Hopes were high for Dirt Road to Lafayette (**). Written by Booker-winning novelist James Kelman and directed by Scottish filmmaker Kenny Glenaan, it’s the sort of promising collaboration that could have resulted in a great piece of social realist cinema.
Instead this American-set road movie about a Scottish father and son struggling to connect following a death in the family lacks any vibrancy. Receiving its world premiere last night, it stars newcomer Neil Sutcliffe as Murdo, an accordion-playing 17-year-old on a trip with his father, Tom (a typically gruff David O’Hara), to visit family in the Deep South. Murdo hasn’t played music since his mum passed away, but a chance encounter with a local blues legend turns him on to the Louisianan tradition of zydeco and, well, that, sadly, is about it.
This is a film that’s pretty low on dramatic incidents. There’s some friction between Murdo and his dad, whose own grief has blinded him to his son’s talent. But Tom’s unwillingness to let his somewhat feckless son take off on his own to play gigs with the locals is hardly unreasonable and the minor act of rebellion that follows as Murdo starts to assert himself isn’t particularly scintillating. Extended concert scenes briefly enliven proceedings, but ultimately feel like padding for what plays like a stretched-thin short film. What a shame.
Maverick filmmakers are the subject of two of the festival’s most interesting and entertaining documentaries. In Hal (***), Amy Scott provides a welcome primer for the work of the late, great Hal Ashby, whose 1970s output – Harold and Maude, Shampoo, The Last Detail, Coming Home – is a straight run of masterpieces on a par with the work of Coppola and Scorsese. In The Eyes of Orson Welles (****), meanwhile, Mark Cousins takes a more abstract approach to his eponymous subject, using a recently uncovered box of Welles’s sketches and paintings to explore his life, work and politics.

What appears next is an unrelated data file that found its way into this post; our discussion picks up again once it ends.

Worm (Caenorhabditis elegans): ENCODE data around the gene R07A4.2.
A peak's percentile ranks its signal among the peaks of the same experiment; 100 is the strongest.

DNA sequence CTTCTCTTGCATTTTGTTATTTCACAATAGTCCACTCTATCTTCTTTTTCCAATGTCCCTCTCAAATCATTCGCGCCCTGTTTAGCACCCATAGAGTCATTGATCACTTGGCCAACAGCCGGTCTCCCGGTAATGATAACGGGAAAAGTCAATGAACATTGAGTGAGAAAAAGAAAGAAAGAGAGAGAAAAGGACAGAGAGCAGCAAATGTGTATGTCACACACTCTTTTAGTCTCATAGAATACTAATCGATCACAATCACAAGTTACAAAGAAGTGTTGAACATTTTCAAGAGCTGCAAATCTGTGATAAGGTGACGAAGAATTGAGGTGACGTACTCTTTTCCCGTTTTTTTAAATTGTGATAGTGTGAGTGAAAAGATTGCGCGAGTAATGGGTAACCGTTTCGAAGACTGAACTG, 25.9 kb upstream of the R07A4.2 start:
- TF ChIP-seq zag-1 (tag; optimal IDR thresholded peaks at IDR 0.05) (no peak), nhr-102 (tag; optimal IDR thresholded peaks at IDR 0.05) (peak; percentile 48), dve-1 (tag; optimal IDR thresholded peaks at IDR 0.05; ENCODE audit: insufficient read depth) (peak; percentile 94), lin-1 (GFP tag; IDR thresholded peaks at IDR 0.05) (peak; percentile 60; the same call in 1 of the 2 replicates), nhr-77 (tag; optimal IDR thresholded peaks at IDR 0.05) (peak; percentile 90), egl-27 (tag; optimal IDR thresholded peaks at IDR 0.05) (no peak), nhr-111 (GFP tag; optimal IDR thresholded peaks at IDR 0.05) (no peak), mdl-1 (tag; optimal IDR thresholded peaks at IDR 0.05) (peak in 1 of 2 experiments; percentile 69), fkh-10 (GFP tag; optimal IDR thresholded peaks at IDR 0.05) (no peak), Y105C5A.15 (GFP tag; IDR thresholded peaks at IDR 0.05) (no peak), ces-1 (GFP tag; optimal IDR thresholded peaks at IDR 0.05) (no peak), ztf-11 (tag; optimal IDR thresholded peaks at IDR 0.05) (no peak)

Of the two films, the latter is the more formalistically daring, with Cousins building on the artful cine essay format he’s been developing since The Story of Film to provide a much more illuminating insight into Welles’s life and creative process. Hal uses a more traditional talking-head format, but it still makes a forceful case for Ashby’s canonisation as the most radical and anti-authoritarian figure of the whole Easy Riders/Raging Bulls era.